Nun Sara is on the run in Mexico and is saved from cowboys by Hogan, who is preparing for a future mission to capture a French fort. The pair become good friends, but Sara never does tell him the true reason behind her being outlawed.
A hard but mediocre cop is assigned to escort a prostitute into custody from Las Vegas to Phoenix, so that she can testify in a mob trial. But a lot of people are literally betting that they won't make it into town alive.
Josey Wales makes his way west after the Civil War, determined to live a useful and helpful life. He joins up with a group of settlers who need the protection that a man as tough and experienced as he is can provide. Unfortunately, the past has a way of catching up with you, and Josey is a wanted man. Written by
Murray Chapman <email@example.com>
The movie received mixed reviews on its release, but it wasn't until a few years later that aficionado Orson Welles, during a guest appearance on The Merv Griffin Show (1962), declared: "When I saw that picture for the fourth time, I realized that it belongs with the great Westerns. You know, the great Westerns of Ford and Hawks and people like that." See more »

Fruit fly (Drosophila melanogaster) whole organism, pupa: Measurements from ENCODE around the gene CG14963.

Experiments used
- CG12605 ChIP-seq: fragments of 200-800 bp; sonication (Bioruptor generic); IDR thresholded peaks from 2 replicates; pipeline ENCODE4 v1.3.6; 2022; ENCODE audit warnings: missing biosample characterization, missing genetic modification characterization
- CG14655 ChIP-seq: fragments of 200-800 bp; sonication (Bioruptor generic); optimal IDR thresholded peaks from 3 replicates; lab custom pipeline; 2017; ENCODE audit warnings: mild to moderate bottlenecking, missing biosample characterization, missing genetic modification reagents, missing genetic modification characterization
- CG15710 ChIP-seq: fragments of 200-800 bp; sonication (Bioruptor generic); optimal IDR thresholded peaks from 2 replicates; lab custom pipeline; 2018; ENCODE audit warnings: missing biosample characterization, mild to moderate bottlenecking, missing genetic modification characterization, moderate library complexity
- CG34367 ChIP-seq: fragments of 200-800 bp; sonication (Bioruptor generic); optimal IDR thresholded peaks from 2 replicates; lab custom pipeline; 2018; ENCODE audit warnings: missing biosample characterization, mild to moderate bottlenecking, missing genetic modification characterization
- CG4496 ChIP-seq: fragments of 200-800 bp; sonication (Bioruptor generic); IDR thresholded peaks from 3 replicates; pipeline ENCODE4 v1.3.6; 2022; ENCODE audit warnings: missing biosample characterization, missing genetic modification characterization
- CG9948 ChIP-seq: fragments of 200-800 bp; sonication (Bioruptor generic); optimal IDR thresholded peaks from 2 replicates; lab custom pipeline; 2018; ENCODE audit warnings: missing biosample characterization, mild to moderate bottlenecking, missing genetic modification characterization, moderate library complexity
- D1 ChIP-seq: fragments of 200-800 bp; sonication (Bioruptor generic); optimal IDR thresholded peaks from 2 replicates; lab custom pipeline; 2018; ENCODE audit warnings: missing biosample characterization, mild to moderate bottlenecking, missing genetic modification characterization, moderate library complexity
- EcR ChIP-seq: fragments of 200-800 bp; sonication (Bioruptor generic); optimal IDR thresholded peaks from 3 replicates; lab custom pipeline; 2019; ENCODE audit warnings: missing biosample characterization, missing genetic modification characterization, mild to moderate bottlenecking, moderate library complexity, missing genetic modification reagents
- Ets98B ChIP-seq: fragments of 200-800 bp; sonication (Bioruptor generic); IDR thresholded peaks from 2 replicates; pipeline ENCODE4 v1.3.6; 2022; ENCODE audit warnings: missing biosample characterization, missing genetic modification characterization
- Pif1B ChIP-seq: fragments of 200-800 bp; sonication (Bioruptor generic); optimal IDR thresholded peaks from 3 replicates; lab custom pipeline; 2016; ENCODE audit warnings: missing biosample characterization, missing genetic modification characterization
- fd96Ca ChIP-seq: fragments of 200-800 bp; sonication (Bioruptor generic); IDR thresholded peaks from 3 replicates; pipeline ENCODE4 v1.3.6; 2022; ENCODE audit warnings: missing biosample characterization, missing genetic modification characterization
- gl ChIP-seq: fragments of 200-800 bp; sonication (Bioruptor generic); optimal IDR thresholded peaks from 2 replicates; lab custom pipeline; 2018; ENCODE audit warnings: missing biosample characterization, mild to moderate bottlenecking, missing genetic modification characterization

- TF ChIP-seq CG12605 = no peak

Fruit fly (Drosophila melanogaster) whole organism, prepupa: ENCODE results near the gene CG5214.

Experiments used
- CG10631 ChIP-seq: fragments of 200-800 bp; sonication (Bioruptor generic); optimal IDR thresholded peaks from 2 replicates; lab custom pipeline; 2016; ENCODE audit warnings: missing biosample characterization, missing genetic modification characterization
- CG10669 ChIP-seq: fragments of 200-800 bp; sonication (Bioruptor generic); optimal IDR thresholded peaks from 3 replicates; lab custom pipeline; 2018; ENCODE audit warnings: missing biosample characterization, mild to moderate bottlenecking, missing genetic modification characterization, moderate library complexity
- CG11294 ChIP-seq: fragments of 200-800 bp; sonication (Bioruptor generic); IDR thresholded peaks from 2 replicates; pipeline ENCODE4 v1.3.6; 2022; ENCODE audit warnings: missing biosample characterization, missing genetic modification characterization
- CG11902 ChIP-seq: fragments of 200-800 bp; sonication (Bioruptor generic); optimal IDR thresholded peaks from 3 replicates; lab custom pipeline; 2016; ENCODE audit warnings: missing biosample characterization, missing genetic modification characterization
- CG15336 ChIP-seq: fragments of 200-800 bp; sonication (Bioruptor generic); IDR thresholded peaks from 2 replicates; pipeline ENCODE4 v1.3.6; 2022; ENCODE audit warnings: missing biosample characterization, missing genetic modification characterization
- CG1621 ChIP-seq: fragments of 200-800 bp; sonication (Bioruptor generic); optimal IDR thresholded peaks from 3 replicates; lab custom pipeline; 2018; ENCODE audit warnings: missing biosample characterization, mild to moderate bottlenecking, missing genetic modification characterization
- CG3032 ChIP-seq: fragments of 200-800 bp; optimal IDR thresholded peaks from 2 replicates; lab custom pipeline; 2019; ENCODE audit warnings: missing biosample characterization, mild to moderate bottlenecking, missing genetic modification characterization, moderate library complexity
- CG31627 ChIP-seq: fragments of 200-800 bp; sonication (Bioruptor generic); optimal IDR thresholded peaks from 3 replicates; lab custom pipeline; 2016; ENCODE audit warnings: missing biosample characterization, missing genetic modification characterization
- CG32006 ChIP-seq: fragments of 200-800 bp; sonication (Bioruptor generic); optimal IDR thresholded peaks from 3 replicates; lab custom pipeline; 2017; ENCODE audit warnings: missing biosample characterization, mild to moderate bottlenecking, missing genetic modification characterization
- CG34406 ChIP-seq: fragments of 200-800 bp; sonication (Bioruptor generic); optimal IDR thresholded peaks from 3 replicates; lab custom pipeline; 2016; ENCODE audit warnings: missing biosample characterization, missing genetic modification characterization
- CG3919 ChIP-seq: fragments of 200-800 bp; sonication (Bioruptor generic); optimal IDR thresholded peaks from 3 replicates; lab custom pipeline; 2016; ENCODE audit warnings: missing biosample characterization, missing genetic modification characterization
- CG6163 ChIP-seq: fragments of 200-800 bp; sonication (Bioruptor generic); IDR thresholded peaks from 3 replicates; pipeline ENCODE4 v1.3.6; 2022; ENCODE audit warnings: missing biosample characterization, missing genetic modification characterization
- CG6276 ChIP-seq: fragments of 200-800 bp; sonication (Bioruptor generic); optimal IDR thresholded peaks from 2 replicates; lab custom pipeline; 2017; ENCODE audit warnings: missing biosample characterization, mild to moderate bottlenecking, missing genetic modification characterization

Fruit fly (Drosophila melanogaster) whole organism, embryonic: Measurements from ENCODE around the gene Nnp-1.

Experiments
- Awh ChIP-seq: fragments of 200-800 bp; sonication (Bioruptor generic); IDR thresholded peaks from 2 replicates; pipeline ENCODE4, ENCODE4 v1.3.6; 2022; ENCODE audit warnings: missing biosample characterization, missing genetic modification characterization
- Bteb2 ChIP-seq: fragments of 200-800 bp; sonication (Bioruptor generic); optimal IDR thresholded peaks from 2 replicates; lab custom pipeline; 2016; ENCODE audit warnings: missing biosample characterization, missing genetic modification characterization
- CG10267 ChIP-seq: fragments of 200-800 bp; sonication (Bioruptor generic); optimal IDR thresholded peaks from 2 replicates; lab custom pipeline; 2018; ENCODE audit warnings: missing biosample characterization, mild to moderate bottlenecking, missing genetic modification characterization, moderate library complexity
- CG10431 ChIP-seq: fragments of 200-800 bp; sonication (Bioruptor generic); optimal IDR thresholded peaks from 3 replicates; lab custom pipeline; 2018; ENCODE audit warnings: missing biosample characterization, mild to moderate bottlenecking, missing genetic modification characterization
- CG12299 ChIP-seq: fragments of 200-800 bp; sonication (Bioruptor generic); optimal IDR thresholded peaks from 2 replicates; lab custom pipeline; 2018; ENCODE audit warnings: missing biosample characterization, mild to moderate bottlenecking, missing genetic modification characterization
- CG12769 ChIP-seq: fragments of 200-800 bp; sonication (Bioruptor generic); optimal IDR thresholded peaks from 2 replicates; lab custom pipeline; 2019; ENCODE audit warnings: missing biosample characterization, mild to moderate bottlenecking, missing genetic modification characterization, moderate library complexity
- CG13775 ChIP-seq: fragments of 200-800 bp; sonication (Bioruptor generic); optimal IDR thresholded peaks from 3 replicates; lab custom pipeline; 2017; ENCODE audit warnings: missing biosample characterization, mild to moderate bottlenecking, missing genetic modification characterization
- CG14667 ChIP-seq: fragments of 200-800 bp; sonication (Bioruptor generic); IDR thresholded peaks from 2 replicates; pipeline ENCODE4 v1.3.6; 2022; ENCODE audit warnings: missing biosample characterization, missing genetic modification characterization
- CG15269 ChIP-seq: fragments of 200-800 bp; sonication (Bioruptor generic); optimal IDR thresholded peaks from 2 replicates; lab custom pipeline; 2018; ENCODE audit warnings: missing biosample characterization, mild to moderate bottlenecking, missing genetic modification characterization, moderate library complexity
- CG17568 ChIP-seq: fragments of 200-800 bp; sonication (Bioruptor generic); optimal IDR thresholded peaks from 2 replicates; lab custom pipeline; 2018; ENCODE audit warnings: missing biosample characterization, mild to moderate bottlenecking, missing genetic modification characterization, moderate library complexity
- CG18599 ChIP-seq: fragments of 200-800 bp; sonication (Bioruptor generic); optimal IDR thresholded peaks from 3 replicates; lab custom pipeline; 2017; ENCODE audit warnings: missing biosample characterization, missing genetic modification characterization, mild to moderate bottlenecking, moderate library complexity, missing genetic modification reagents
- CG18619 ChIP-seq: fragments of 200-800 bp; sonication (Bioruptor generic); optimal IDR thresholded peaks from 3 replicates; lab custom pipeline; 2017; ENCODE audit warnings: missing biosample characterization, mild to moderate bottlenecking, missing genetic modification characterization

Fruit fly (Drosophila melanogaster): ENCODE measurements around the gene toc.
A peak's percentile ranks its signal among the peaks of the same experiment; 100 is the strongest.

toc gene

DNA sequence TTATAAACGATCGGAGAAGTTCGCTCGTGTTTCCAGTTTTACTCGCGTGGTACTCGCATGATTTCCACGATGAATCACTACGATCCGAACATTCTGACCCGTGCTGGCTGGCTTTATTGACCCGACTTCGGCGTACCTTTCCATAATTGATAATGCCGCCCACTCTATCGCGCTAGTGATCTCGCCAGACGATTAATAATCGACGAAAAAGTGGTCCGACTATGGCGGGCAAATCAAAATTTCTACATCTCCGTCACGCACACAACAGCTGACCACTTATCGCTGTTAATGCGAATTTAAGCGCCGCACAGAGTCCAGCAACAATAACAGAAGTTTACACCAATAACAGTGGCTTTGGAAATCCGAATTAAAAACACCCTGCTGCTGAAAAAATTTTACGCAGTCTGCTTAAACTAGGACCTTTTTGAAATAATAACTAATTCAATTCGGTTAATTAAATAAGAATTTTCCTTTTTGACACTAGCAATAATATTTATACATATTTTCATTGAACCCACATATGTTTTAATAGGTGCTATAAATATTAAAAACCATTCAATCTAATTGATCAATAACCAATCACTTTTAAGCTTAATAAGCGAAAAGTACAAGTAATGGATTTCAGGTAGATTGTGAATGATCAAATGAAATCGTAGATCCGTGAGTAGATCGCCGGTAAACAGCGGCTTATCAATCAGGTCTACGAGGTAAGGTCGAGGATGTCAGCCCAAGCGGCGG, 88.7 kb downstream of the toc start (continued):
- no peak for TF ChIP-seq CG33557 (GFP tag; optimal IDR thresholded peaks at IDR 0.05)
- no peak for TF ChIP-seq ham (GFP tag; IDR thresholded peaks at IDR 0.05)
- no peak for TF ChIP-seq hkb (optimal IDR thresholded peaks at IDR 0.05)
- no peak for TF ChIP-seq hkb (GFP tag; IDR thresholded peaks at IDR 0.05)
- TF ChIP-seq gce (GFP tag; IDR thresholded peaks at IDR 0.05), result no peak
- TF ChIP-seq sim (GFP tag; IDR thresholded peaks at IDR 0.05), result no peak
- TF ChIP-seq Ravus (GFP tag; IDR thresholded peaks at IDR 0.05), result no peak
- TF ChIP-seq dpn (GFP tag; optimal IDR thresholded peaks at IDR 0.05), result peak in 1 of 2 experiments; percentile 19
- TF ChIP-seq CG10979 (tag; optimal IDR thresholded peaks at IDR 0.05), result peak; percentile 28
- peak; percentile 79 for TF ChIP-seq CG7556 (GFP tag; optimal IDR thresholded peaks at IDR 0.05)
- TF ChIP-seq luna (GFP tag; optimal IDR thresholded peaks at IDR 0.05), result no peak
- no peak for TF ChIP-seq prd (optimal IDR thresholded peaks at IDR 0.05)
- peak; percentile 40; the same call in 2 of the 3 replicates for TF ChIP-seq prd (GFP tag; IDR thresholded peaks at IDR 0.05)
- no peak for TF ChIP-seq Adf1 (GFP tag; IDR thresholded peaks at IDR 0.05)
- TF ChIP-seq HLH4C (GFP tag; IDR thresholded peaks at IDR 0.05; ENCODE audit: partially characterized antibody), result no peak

When Josey frees Laura Lee and Granny from Commancheros he cuts the ropes binding their hands and you can see Laura Lee's wrists have rope burns from being pulled along. A short time later at Blood Butte, Laura Lee tells Josey dreams are like clouds across a sky-blue mind, and her wrists show no burns at all. See more »
Certainly Clint Eastwood's best complete movie, the story of a man drawn into hell by the inhumanity of others (specifically, the Redlegs and the Senator), who is redeemed by the humanity of others (the settlers, Lone Wattie and Ten Bears) to recover some semblance of a life after the Civil War. Eastwood's acting is economical (but a far cry from the man-with-no-name character he made famous), and carries the story very well, and his directing style is practically invisible (which is exactly what it should be -- if the director does his job, you should never even notice his contribution). The viewer is entirely caught up in the story of the man. All in all, a brilliant bit of film from Eastwood (who clearly learned everything he could from his own directors, and then combined that knowledge into superb craftsmanship of his own.)
It is interesting to contrast the Jose Wales and Billy Munny (from Unforgiven) characters. Wales seeks to regain his humanity through others; Munny - having regained his humanity from being a Wales-like character at the beginning of the movie - descends willingly into a hell of his own choosing.
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